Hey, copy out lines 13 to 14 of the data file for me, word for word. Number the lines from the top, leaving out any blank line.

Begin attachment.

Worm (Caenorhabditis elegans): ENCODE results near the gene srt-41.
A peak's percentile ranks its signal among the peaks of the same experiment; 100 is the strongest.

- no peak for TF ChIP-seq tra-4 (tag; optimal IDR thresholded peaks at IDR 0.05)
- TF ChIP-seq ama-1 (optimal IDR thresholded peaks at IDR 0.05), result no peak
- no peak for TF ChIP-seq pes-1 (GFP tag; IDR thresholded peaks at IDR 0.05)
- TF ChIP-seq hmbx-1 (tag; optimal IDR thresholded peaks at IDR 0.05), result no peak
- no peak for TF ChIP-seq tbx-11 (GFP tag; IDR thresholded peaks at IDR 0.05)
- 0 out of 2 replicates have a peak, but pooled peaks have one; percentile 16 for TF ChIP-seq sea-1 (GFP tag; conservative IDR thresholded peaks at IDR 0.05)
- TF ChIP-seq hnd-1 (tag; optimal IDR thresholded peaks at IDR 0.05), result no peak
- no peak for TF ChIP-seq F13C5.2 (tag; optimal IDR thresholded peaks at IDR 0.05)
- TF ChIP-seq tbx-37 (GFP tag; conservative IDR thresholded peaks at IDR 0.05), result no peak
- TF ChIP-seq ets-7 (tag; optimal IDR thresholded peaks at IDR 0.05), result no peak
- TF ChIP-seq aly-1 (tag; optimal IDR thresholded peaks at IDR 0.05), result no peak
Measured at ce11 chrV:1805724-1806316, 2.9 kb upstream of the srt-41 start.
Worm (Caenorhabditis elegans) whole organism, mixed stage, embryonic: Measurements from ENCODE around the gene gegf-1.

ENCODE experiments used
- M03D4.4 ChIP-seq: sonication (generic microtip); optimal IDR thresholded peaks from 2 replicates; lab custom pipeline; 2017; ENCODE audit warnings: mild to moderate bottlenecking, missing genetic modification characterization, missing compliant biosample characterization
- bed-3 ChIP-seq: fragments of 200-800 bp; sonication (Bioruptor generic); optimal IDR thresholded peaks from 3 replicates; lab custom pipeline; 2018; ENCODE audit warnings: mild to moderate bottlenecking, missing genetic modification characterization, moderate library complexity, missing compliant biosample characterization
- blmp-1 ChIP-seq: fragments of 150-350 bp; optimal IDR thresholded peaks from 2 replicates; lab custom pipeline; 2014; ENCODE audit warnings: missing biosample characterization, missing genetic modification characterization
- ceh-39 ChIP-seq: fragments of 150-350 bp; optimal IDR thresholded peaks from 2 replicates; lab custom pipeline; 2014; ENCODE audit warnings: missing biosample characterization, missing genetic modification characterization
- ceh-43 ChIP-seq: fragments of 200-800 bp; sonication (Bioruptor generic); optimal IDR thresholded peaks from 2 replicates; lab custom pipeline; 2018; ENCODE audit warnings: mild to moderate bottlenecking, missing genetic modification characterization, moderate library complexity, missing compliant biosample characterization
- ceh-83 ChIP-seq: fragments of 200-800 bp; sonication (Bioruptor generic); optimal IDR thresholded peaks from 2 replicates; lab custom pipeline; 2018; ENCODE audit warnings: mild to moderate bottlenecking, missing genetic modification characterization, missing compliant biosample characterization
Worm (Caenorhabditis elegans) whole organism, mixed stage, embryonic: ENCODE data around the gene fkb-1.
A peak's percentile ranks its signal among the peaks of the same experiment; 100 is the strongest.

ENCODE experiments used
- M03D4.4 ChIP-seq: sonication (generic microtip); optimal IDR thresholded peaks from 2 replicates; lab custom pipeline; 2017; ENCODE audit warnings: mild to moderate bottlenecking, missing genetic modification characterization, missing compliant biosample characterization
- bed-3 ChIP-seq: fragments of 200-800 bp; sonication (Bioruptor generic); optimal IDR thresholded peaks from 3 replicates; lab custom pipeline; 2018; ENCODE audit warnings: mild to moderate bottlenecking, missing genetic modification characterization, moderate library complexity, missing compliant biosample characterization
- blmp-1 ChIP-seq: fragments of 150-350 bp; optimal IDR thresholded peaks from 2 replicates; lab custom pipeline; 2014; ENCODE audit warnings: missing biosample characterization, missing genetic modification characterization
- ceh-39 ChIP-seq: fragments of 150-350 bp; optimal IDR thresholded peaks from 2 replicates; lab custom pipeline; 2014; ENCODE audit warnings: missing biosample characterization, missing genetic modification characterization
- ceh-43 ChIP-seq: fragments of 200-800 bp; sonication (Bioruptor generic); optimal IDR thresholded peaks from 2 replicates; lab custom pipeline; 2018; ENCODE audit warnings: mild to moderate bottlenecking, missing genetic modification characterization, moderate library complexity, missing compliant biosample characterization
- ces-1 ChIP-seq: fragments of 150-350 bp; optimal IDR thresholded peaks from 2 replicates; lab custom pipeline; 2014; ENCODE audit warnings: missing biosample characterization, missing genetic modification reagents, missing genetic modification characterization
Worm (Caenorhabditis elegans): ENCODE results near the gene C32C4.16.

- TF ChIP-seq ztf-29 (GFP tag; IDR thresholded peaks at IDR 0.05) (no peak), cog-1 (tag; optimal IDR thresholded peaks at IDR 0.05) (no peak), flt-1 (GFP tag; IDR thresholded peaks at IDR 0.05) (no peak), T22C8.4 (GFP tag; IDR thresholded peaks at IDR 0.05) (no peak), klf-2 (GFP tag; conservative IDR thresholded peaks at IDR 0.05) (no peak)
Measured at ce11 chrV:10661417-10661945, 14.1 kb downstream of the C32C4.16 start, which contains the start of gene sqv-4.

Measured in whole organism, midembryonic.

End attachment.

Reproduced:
- TF ChIP-seq aly-1 (tag; optimal IDR thresholded peaks at IDR 0.05), result no peak
Measured at ce11 chrV:1805724-1806316, 2.9 kb upstream of the srt-41 start.